Most trees growing near buildings cause no damage. Subsidence and structural damage can be caused by many other factors, including soil type and depth of foundations. This is why it is important for qualified professionals to carry out a detailed site assessment to determine the exact cause.
What is the problem with trees and buildings?
Things to bear in mind if you're concerned about trees near houses and other buildings;
- It must be noted that many trees grow near buildings and, in most cases, these will not cause any damage
- However, sometimes trees growing near buildings can cause major problems, especially after a long period of dry weather
- Subsidence is the main problem posed by trees, but there are also the physical threats caused by falling limbs or structural failure of the main trunk
- If you do have a substantial tree near a building or public highway, it is well worth having it professionally surveyed every few years to assess its overall health and to determine any pruning or felling requirements. Ensure that you keep these reports in a safe place, as they may be useful in any negotiations with insurance companies or public bodies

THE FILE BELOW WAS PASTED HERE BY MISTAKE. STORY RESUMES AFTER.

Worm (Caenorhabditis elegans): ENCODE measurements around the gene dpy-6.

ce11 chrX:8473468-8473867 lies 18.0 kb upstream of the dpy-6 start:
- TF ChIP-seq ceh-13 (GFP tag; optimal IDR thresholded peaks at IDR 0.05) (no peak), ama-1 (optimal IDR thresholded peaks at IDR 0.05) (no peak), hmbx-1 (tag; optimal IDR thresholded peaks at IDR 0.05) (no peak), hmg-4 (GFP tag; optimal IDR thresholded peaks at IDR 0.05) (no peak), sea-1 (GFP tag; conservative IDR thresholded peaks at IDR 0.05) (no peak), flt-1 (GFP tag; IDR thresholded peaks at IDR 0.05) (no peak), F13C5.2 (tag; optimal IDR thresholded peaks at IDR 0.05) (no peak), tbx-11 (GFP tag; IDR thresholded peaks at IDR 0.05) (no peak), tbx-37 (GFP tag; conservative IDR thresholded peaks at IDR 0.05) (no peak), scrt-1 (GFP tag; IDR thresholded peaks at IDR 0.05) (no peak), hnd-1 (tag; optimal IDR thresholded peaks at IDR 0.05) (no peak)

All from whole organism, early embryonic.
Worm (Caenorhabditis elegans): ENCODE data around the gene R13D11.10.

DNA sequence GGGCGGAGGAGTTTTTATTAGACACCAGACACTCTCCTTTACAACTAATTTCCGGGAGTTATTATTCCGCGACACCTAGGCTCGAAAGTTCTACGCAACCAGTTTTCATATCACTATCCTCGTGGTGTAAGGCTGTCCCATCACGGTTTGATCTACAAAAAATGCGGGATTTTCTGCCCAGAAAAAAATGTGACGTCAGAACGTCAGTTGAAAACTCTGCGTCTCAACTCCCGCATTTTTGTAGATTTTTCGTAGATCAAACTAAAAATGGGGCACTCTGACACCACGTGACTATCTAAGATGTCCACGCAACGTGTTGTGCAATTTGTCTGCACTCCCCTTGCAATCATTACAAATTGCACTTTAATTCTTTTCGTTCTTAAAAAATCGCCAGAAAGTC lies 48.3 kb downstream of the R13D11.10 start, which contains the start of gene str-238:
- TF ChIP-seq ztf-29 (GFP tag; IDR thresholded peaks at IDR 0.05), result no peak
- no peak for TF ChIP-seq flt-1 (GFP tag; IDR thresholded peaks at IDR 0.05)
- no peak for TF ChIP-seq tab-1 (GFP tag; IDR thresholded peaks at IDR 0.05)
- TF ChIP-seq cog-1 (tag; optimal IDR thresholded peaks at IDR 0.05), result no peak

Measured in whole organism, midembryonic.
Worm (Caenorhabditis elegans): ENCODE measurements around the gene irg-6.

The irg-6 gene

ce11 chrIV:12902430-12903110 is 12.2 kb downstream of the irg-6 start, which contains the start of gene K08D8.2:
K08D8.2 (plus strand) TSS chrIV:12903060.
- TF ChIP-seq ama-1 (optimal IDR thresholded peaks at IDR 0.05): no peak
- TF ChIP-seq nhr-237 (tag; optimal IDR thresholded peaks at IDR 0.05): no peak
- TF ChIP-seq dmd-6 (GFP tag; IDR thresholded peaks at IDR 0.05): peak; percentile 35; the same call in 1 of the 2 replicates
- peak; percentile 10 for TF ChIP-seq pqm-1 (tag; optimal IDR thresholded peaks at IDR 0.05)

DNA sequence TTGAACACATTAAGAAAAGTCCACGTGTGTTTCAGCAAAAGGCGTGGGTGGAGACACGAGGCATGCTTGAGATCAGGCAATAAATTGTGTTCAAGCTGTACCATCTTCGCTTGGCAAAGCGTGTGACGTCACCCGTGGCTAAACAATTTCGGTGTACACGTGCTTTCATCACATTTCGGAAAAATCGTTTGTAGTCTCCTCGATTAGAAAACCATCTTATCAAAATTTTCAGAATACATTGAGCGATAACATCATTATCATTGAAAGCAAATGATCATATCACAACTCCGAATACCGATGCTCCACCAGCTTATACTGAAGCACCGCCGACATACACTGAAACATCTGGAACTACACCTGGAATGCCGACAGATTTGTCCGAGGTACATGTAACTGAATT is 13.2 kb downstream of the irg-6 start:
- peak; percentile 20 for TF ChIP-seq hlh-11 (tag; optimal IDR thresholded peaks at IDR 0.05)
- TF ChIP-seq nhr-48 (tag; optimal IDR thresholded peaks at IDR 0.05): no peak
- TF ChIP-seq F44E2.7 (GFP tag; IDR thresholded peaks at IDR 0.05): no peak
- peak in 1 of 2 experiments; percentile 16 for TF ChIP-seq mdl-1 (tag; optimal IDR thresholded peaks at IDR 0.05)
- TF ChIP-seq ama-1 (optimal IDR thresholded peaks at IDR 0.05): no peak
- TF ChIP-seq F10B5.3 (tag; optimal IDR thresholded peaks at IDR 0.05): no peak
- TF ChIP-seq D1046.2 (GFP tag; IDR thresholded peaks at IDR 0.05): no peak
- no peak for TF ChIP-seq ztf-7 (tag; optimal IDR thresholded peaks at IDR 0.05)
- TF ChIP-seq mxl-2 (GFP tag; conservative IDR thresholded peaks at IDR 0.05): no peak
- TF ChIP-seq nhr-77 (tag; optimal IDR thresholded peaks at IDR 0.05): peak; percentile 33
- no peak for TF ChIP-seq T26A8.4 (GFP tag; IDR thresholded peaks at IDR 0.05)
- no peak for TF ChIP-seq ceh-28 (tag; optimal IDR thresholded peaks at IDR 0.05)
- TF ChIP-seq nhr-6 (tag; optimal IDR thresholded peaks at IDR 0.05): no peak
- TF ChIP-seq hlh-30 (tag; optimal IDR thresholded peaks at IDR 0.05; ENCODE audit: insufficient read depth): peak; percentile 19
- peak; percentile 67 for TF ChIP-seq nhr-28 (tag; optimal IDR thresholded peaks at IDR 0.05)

A tree is the property and responsibility of the land owner, who may be liable for any damage caused. Always check with the Local Planning Authority whether a Tree Protection Order is in place before working on a tree.
The following books and publications make useful reading;
Tree Root Damage to Buildings by Biddle P.G (Willowmead Publishing 1998, Oxford ISBN 095330860X)
The Influence of Trees on House Foundations on Clay Soils (Building Research Establishment Digest 298)
Tree Roots and Buildings by Cutler, D F and Richardson, I B K (Longman Scientific and Technical 1989, ISBN 0582034108)
Precautions to Take When Building Near Trees (The National Housebuilders Standards 1992)
Has Your House Got Cracks? by Freeman, Littlejohn & Driscoll (Thomas Telford Ltd. 1994, ISBN 0727719963)
Some of these books are made available through the RHS Lindley Library.